Q & A May 18, 2003
Q & A 1
Dear Mr. Lee:
We immigrated to the U.S. from Taiwan, and as of 1/20/03, we had
been in the U.S. for 5 years. Currently we reside in Phoenix, Arizona.
. My wife and I have applied for the naturalization, and we got
our fingers printed on 12/13/02. Our son, who was born in Taipei
on 1/31/86, is 17 years of age.
- How long does it take for us to get the citizenship interview?
- How long after the interview will be the oath ceremony?
- If we pass the interview, will we be able to apply the Green
Card for my son before he is 18?
- In order for my son to get a Green Card, what are the documents
my wife, my son and I need to prepare?
- Where can we get the legal translation of the Taiwanese household
registration, the marriage certificate, and the birth certificate?
- Is there a service unit where we can receive the passports
in the oath ceremony?
- When my son applies for scholarships that require applicants
to be citizens, will his application get approved if he only has
a Green Card?
- From the latest information provided by the American Immigration
Lawyers Association, the time for processing a naturalization
application from filing until swearing-in in Phoenix is approximately
- The AILA informational chart is not broken down into dates
before or after interview, only the dates for the entire process.
- If either of you passes the interview and becomes a U.S. citizen
before your son is 18, your son may take a quick road to citizenship
under the Child Citizenship Act of 2000. Under that circumstance,
you do not specifically need for your child to become a permanent
resident in order for him to become a U.S. citizen. The Child
Citizenship Act allows automatic citizenship to the child where
one parent is a U.S. citizen, the child is under 18, the child
outside the United States is in the legal and physical custody
of the U.S. citizen parent, the child is in the U.S. temporarily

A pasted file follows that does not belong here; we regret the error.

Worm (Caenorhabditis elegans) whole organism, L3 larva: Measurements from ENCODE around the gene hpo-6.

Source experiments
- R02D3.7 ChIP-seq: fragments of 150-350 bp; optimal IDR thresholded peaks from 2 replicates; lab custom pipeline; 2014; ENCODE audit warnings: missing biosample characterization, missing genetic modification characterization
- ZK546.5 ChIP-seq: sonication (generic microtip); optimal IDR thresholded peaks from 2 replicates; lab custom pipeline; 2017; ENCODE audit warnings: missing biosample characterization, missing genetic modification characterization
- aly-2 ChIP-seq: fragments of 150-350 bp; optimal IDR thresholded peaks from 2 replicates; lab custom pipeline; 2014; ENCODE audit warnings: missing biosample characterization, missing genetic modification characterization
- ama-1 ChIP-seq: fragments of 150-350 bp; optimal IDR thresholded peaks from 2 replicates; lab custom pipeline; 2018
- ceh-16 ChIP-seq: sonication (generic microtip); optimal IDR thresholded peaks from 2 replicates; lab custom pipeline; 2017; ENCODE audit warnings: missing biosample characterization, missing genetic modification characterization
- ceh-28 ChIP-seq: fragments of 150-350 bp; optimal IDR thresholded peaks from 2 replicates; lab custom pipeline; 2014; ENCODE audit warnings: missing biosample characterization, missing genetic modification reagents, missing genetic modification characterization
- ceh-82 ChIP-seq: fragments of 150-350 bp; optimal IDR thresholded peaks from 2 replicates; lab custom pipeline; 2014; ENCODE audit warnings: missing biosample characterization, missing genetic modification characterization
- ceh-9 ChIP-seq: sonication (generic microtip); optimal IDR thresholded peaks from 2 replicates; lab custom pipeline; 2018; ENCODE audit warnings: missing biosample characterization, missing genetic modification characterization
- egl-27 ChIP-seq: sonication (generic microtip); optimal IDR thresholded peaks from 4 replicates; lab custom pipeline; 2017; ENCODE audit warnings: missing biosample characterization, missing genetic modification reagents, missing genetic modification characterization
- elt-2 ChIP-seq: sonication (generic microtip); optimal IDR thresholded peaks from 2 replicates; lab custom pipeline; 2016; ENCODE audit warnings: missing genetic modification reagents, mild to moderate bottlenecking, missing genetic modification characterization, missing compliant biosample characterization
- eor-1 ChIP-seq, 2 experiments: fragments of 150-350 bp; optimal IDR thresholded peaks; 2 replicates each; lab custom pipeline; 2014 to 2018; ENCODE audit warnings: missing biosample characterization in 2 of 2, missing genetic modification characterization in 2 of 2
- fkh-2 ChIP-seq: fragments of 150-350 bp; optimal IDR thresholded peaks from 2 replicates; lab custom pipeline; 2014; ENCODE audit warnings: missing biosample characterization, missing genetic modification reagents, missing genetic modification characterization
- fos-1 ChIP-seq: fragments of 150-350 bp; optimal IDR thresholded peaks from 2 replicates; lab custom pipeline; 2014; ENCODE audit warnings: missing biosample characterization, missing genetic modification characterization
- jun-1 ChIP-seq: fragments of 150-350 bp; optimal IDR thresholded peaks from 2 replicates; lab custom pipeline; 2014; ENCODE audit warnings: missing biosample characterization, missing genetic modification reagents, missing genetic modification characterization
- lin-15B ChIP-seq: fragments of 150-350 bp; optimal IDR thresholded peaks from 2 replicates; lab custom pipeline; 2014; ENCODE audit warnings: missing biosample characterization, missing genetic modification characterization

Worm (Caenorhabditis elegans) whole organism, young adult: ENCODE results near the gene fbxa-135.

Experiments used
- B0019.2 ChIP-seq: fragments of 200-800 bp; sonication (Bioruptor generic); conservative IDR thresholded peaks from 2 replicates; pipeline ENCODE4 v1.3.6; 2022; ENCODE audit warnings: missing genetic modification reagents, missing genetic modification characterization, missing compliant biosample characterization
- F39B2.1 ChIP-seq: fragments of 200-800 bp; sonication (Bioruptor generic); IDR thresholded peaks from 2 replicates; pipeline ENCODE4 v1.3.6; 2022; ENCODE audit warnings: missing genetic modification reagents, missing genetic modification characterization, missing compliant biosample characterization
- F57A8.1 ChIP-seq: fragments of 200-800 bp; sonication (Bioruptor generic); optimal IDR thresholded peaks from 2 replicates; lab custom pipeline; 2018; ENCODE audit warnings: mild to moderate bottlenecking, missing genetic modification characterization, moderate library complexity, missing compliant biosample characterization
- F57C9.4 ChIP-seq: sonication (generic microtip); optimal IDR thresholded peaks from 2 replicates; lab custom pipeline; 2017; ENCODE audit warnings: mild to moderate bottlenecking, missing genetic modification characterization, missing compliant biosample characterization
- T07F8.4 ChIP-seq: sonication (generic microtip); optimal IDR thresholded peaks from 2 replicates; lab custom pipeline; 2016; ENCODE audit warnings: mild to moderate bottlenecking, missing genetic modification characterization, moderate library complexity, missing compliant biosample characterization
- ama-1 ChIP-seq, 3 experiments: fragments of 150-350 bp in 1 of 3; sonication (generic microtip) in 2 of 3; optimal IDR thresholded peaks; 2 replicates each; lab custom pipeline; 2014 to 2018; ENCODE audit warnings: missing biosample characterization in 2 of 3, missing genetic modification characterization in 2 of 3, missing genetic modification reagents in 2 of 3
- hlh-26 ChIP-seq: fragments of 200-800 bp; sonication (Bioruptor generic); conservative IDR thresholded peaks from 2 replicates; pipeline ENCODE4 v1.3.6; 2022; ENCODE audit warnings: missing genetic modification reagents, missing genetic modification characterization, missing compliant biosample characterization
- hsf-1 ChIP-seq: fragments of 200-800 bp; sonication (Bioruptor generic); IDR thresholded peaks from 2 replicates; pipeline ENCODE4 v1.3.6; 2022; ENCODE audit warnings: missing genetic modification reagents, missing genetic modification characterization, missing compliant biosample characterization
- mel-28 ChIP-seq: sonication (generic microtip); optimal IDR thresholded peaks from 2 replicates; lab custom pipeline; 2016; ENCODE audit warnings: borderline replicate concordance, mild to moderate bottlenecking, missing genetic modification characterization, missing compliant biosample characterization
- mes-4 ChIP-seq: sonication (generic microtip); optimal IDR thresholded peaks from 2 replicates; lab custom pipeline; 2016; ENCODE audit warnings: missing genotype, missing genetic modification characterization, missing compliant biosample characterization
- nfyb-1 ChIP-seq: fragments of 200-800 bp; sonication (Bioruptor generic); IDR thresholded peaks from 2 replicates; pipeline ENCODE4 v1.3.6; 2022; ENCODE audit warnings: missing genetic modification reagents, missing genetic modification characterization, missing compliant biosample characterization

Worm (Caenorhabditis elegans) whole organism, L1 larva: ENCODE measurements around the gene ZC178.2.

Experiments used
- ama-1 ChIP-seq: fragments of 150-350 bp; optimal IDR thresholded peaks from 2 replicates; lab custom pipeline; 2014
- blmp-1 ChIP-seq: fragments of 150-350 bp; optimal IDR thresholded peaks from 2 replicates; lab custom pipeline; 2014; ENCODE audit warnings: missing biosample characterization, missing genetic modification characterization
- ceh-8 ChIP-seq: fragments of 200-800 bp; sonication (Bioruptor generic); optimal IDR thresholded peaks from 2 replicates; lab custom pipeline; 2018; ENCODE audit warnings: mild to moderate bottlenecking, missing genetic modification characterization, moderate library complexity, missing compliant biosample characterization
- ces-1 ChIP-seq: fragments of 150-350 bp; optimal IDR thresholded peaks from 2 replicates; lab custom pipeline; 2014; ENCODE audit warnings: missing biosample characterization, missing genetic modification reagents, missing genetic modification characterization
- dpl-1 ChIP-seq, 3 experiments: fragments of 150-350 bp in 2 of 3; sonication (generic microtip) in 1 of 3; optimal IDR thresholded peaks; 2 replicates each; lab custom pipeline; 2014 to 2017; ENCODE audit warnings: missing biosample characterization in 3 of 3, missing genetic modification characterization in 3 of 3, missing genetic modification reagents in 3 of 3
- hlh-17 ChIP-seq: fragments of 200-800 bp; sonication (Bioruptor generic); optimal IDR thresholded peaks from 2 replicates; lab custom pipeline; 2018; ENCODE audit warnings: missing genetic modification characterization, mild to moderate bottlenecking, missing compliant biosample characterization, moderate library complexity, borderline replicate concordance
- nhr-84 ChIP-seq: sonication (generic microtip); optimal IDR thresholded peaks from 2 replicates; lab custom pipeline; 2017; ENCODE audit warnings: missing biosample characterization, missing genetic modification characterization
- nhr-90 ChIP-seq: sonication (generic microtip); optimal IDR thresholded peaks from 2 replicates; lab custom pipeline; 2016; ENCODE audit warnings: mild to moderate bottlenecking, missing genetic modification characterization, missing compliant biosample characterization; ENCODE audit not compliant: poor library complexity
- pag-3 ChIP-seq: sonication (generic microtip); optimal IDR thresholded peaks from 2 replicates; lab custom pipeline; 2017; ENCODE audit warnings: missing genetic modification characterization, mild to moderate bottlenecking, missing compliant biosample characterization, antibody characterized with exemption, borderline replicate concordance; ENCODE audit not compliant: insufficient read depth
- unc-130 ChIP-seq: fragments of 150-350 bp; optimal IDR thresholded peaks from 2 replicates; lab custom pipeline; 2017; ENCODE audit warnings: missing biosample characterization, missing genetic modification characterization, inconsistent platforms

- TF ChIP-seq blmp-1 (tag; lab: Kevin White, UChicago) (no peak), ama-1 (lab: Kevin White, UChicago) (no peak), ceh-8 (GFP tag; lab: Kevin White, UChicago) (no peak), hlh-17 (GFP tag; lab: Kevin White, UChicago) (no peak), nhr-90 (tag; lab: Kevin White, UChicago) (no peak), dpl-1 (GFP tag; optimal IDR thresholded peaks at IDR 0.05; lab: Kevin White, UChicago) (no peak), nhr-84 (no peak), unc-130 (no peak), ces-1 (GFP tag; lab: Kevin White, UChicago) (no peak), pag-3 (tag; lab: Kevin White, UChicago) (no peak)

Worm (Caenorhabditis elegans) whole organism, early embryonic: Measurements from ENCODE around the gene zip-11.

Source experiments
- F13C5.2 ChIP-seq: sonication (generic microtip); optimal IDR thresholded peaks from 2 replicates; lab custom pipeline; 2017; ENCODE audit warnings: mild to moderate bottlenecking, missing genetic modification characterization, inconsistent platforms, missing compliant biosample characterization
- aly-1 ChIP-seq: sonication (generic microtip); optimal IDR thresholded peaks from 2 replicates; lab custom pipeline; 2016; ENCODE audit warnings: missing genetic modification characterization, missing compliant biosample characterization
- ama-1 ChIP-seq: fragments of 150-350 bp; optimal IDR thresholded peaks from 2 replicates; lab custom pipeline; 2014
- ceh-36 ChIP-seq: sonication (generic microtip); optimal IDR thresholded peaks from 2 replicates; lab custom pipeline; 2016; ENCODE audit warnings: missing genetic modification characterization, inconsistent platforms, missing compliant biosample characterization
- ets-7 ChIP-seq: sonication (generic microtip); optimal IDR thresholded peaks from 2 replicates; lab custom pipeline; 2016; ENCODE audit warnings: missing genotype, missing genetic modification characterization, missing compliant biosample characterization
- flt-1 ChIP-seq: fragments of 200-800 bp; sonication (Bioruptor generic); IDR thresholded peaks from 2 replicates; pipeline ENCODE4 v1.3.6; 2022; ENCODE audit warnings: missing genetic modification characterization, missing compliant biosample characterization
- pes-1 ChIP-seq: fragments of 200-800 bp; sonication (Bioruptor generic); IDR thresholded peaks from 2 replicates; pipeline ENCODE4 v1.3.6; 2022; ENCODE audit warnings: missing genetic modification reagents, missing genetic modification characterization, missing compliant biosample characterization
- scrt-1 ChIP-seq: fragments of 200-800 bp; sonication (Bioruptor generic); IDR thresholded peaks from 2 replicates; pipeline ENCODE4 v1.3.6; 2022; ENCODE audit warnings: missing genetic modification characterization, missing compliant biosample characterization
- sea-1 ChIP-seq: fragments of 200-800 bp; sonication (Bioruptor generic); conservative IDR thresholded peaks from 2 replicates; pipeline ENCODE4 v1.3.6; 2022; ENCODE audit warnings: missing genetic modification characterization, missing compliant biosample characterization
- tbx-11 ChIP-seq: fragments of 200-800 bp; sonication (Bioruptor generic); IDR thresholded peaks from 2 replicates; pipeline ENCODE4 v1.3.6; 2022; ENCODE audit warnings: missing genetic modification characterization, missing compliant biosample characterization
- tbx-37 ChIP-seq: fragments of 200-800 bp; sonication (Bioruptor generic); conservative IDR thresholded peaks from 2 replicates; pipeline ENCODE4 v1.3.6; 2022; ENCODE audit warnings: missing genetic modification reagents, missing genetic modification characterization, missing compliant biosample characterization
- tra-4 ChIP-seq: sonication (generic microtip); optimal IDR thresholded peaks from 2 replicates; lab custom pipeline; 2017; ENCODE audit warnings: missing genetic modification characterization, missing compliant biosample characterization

on a lawful admission, and is maintaining status. Either you or
a citizen grandparent must show physical presence in the U.S.
for five years, of which two must come after the age of 14. If
you wish to take advantage of this provision, you must request
the American consulate to issue a temporary visa for your son
to come to the United States under a lawful temporary visa and
that citizenship papers will be filed for him when he is in the
U.S.. In the U.S., he would have to file Form N-600 with the BCIS
and show documentation that would prove each point outlined above.
- To obtain a temporary visa for your son, you must present proof
that you naturalized before your child turned 18 (naturalization
certificate), and show that you have been physically present in
the United States for five years of which two years must have
come after the age of 14. This can be proven by your passports,
tax returns, and other proof of residence in the U.S. You must
also prove the relationship between you and the child consisting
of the child's proof of birth and your proof of marriage.
- Translations can be made by anyone who is familiar with the
Chinese and English languages. All translations must have an attestation
of translation certifying the ability of the translator to translate
and that such is a true and correct translation of the Chinese
materials. Interested parties should not translate their own materials.
- The BCIS is under the jurisdiction of the Department of Homeland
Security. The Passport Agency is under the jurisdiction of the
Department of State. There is no service unit of the BCIS which
would expedite or even handle your passport application.
- As there is a good likelihood that your son will become a U.S.
citizen fairly rapidly, your question of whether he can qualify
for scholarships requiring applicants to be citizens when he has
only the green card will probably be moot. However, for other
readers, the son could discuss the requirements with the organizations
which are offering scholarships to see whether they would be flexible
and accept a green card holder or student with less than U.S.
citizenship status. Perhaps they would be willing to accept a
green card holder who has filed a declaration of intent to be
a citizen with the BCIS.